Kair mayaa saha yoddhavyam asmin ranasamudyame.
In the middle of the two armies, place my chariot, Oh Krishna, so that I may behold those who stand here, desirous to fight, and know with whom I must fight when the battle begins.
Yotsyamaanaan avekshe’ham ya ete’tra samaagataah;
Dhaartaraashtrasya durbuddher yuddhe priyachikeershavah.
For I desire to observe those who are assembled here to fight, wishing to please in battle Duryodhana, the evil-minded.
24. Sanjaya Uvaacha:
Evamukto hrisheekesho gudaakeshena bhaarata;
Senayor ubhayormadhye sthaapayitwaa rathottamam.
Being thus addressed by Arjuna, Lord Krishna, having stationed that best of chariots, Oh Dhritarashtra, in the midst of the two armies,
Bheeshmadronapramukhatah sarveshaam cha maheekshitaam;
Uvaacha paartha pashyaitaan samavetaan kuroon iti.
In front of Bhishma and Drona and all the rulers of the earth, said: “Oh Arjuna, behold now all these Kurus gathered together!”
Tatraapashyat sthitaan paarthah pitrin atha pitaamahaan;
Aachaaryaan maatulaan bhraatrun putraan pautraan sakheemstathaa.
Then Arjuna saw there stationed, grandfathers and fathers, teachers, maternal uncles, brothers, sons, grandsons and friends, too.
Shvashuraan suhridashchaiva senayorubhayorapi;
Taan sameekshya sa kaunteyah sarvaan bandhoon avasthitaan.
Kripayaa parayaa’vishto visheedannidam abraveet;
(He saw) fathers-in-law and friends also in both armies. The son of Kunti, Arjuna, seeing all these kinsmen standing arrayed, spoke thus sorrowfully, filled with deep pity.
Drishtwemam swajanam krishna yuyutsum samupasthitam.
Seeing these, my kinsmen, Oh Krishna, arrayed, eager to fight,
Seedanti mama gaatraani mukham cha parishushyati;
Vepathushcha shareere me romaharshashcha jaayate.
My limbs fail and my mouth is parched up, my body quivers and my hairs stand on end!
Gaandeevam sramsate hastaat twak chaiva paridahyate;
Na cha shaknomyavasthaatum bhramateeva cha me manah.
The (bow) “Gandiva” slips from my hand and my skin burns all over; I am unable even to stand, my mind is reeling, as it were.
Nimittaani cha pashyaami vipareetaani keshava;
Na cha shreyo’nupashyaami hatwaa swajanam aahave.
And I see adverse omens, Oh Kesava! I do not see any good in killing my kinsmen in battle.
Na kaangkshe vijayam krishna na cha raajyam sukhaani cha;
Kim no raajyena govinda kim bhogair jeevitena vaa.
For I desire neither victory, Oh Krishna, nor pleasures nor kingdoms! Of what use is a dominion to us, O Krishna, or pleasures or even life?
Yeshaam arthe kaangkshitam no raajyam bhogaah sukhaani cha;
Ta ime’vasthitaa yuddhe praanaamstyaktwaa dhanaani cha.
Those for whose sake we desire kingdoms, enjoyments and pleasures, stand here in battle, having renounced life and wealth.
Aachaaryaah pitarah putraastathaiva cha pitaamahaah;
Maatulaah shwashuraah pautraah shyaalaah sambandhinas tathaa.
34. Teachers, fathers, sons and also grandfathers, grandsons, fathers-in-law, maternal uncles, brothers-in-law and relatives,
Etaan na hantum icchaami ghnato’pi madhusoodana;
Api trailokya raajyasya hetoh kim nu maheekrite.
These I do not wish to kill, though they kill me, O Krishna, even for the sake of dominion over the three worlds, leave alone killing them for the sake of the earth!
Nihatya dhaartaraashtraan nah kaa preetih syaaj janaardana;
Paapam evaashrayed asmaan hatwaitaan aatataayinah.
By killing these sons of Dhritarashtra, what pleasure can be ours, Oh Janardana? Only sin will accrue by killing these felons.
Tasmaan naarhaa vayam hantum dhaartaraashtraan swabaandhavaan;
Swajanam hi katham hatwaa sukhinah syaama maadhava.
Therefore, we should not kill the sons of Dhritarashtra, our relatives; for, how can we be happy by killing our own people, Oh Madhava (Krishna)?
Yadyapyete na pashyanti lobhopahatachetasah;
Kulakshayakritam dosham mitradrohe cha paatakam.
Though they, with intelligence overpowered by greed, see no evil in the destruction of families, and no sin in hostility to friends,
Katham na jneyam asmaabhih paapaad asmaan nivartitum;
Kulakshayakritam dosham prapashyadbhir janaardana.
Why should not we, who clearly see evil in the destruction of a family, learn to turn away from this sin, Oh Janardana (Krishna)?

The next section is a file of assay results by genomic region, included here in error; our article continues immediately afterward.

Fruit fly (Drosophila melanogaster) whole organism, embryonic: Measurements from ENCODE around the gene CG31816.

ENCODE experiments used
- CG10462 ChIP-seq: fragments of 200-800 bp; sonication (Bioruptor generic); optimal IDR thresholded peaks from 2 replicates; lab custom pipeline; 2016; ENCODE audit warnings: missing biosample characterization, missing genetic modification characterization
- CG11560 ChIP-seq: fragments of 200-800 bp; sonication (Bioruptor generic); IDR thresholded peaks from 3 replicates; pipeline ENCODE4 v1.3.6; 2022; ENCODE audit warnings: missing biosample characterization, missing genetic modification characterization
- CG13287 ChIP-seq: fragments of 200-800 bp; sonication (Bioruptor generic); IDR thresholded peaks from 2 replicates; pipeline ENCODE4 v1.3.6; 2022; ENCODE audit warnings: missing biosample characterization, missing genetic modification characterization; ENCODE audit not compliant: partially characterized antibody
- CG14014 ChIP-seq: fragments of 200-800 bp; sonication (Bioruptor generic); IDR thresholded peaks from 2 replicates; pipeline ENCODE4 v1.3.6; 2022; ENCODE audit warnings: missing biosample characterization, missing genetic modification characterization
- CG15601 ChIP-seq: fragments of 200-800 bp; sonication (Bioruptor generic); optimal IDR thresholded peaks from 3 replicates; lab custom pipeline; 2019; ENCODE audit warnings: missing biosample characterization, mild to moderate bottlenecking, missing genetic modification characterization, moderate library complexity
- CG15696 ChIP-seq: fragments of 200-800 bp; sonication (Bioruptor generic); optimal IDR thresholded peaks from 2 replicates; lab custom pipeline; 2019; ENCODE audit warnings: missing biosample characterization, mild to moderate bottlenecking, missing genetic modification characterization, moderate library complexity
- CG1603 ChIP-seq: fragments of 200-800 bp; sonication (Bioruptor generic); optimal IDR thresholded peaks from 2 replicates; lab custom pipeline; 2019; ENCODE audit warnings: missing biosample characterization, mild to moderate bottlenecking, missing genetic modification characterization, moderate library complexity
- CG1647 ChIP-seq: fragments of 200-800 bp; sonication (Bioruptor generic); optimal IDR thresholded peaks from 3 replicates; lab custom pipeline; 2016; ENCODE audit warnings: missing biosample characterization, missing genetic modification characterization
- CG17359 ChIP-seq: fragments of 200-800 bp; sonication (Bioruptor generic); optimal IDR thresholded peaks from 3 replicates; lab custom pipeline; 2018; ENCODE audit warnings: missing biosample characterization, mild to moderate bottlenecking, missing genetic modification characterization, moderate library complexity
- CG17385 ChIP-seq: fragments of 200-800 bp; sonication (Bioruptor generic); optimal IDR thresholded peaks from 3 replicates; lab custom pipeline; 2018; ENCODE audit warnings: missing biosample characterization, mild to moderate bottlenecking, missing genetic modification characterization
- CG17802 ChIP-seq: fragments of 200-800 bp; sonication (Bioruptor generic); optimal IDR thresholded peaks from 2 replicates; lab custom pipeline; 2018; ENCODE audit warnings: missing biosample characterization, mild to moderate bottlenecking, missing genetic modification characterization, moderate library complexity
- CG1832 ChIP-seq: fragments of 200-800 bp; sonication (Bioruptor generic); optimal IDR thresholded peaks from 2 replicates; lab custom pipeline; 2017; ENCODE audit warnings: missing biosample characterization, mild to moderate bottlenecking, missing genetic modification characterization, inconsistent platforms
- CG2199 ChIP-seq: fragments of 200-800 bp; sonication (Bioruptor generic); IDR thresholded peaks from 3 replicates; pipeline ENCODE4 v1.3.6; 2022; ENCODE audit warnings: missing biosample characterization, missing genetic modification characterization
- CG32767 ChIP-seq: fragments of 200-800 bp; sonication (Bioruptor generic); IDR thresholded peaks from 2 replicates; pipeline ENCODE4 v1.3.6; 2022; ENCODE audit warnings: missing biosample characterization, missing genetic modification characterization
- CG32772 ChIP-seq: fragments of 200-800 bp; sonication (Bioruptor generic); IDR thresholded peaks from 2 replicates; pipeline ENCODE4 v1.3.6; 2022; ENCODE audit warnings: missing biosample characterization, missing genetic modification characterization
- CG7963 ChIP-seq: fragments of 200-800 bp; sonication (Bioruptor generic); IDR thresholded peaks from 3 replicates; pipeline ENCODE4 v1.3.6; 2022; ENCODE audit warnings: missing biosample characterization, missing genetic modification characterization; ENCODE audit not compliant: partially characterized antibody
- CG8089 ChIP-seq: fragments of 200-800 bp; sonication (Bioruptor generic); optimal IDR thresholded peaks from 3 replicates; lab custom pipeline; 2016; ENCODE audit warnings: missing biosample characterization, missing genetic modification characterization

Kulakshaye pranashyanti kuladharmaah sanaatanaah;
Dharme nashte kulam kritsnam adharmo’bhibhavatyuta.
In the destruction of a family, the immemorial religious rites of that family perish; on the destruction of spirituality, impiety overcomes the whole family.
Note: Dharma pertains to the duties and ceremonies practised by the family in accordance with scriptural injunctions.
Adharmaabhibhavaat krishna pradushyanti kulastriyah;
Streeshu dushtaasu vaarshneya jaayate varnasankarah.
By prevalence of impiety, Oh Krishna, the women of the family become corrupt and, women becoming corrupted, Oh Varsneya (descendant of Vrishni), there arises intermingling of castes!
Note: Castes were the natural distinctions of work or professions that occur among people. They are 1) The Spiritually or academically elevated people, 2) The Royalty or Government Head, 3) The Business People and 4) All the other service oriented professions.
Sankaro narakaayaiva kulaghnaanaam kulasya cha;
Patanti pitaro hyeshaam luptapindodakakriyaah.
Confusion of castes leads to hell the slayers of the family, for their forefathers fall, deprived of the offerings of rice-ball and water.
Doshair etaih kulaghnaanaam varnasankarakaarakaih;
Utsaadyante jaatidharmaah kuladharmaashcha shaashwataah.
By these evil deeds of the destroyers of the family, which cause confusion of castes, the eternal religious rites of the caste and the family are destroyed.
Utsannakuladharmaanaam manushyaanaam janaardana;
Narake’niyatam vaaso bhavateetyanushushruma.
We have heard, Oh Janardana, that inevitable is the dwelling for an unknown period in hell for those men in whose families the religious practices have been destroyed!
Aho bata mahat paapam kartum vyavasitaa vayam;
Yadraajya sukhalobhena hantum swajanam udyataah.
Alas! We are involved in a great sin in that we are prepared to kill our kinsmen through greed for the pleasures of a kingdom.
Yadi maam aprateekaaram ashastram shastrapaanayah;
Dhaartaraashtraa rane hanyus tanme kshemataram bhavet.
If the sons of Dhritarashtra, with weapons in hand, should slay me in battle, unresisting and unarmed, that would be better for me.
Evamuktwaa’rjunah sankhye rathopastha upaavishat;
Visrijya sasharam chaapam shokasamvignamaanasah.
Having thus spoken in the midst of the battlefield, Arjuna, casting away his bow and arrow, sat down on the seat of the chariot with his mind overwhelmed with sorrow.
Hari Om Tat Sat
Iti Srimad Bhagavadgeetaasoopanishatsu Brahmavidyaayaam Yogashaastre Sri Krishnaarjunasamvaade Arjunavishaadayogo Naama Prathamo’dhyaayah.
Thus in the Upanishads of the glorious Bhagavad Gita, the science of the Eternal, the scripture of Yoga, the dialogue between Sri Krishna and Arjuna, ends the first discourse entitled: “The Yoga Of the Despondency of Arjuna”.